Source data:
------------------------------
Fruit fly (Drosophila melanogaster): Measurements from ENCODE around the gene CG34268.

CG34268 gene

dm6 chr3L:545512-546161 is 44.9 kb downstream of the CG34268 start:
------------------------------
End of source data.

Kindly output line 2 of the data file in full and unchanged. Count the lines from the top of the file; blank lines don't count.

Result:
CG34268 gene